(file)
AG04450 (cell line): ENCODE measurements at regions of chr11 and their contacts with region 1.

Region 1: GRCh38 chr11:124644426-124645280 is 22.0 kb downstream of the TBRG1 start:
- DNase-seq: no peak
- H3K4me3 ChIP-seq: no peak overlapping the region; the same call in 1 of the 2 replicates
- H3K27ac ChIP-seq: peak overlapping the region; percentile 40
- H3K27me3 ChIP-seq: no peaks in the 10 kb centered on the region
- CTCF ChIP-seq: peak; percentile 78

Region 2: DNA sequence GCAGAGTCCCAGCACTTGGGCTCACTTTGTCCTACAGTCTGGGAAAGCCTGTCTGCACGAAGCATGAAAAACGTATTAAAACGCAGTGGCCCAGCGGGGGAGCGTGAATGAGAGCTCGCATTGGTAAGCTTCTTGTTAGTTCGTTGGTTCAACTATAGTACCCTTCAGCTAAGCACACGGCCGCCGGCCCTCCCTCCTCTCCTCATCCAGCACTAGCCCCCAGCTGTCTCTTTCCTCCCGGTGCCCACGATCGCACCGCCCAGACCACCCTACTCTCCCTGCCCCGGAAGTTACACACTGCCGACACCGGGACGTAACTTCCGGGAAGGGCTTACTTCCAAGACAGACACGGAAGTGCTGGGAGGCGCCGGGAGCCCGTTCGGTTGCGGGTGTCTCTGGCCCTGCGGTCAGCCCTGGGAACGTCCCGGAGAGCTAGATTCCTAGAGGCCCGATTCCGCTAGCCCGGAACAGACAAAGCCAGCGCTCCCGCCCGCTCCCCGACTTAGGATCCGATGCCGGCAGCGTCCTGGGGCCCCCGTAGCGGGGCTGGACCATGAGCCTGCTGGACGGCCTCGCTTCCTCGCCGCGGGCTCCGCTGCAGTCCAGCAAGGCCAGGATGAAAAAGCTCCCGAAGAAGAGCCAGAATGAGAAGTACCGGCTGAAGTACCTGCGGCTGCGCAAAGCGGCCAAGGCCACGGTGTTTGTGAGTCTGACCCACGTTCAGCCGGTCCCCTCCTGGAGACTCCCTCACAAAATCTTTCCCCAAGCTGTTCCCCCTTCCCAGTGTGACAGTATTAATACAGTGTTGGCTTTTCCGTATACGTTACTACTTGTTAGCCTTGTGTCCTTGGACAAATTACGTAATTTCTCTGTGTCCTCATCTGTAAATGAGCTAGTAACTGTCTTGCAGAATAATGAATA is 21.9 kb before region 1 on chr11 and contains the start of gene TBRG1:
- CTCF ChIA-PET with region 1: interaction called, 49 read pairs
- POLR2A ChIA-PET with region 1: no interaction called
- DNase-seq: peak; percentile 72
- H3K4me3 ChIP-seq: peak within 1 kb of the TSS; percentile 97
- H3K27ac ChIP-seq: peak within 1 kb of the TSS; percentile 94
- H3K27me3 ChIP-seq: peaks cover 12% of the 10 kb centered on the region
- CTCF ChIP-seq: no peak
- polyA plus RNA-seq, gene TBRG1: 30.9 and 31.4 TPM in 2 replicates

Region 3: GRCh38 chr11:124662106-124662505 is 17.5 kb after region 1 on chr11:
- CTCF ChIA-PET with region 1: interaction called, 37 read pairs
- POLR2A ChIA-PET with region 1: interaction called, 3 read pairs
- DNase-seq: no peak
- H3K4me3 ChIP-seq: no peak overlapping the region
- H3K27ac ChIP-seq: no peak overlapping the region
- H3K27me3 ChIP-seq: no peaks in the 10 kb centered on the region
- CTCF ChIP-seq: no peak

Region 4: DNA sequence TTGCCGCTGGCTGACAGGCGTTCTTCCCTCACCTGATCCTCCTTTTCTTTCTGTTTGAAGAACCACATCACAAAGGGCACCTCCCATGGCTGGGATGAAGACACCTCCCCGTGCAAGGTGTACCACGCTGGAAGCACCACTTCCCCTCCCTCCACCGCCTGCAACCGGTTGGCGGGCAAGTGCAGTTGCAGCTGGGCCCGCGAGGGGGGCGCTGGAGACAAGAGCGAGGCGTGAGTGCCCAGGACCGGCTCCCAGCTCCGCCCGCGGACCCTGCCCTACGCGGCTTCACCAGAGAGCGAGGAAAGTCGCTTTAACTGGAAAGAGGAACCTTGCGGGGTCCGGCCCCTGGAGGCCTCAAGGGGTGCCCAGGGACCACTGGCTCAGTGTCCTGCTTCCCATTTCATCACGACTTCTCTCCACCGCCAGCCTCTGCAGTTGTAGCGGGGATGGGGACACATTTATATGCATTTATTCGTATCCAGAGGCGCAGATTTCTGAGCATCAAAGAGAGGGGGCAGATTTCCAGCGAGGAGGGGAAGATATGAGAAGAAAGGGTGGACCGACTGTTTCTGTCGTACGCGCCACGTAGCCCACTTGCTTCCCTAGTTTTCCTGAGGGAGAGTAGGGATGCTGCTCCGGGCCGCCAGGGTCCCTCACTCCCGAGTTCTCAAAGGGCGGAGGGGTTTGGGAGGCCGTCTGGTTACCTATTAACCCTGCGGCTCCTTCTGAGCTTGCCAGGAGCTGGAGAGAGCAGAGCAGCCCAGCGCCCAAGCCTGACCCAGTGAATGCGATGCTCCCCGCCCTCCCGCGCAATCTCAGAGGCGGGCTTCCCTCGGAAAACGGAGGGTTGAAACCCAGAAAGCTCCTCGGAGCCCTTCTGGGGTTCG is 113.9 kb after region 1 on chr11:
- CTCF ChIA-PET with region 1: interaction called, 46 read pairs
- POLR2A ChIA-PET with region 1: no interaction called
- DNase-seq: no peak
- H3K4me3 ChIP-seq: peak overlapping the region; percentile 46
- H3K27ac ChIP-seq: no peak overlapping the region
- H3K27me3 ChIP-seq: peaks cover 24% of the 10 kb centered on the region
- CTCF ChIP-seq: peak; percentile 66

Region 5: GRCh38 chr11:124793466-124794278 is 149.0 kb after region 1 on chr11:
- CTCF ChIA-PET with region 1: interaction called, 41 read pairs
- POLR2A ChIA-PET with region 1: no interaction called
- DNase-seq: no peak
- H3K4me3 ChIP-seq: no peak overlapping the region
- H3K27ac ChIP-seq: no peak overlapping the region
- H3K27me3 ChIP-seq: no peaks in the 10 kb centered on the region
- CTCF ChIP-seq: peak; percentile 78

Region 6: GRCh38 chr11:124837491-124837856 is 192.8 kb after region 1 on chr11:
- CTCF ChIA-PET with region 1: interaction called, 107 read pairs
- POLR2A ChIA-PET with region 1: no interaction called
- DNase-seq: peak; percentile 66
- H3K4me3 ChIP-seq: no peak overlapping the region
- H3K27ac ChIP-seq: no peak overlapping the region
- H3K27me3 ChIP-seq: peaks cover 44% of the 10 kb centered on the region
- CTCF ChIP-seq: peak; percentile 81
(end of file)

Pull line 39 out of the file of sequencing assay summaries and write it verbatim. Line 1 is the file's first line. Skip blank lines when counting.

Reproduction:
- H3K27me3 ChIP-seq: no peaks in the 10 kb centered on the region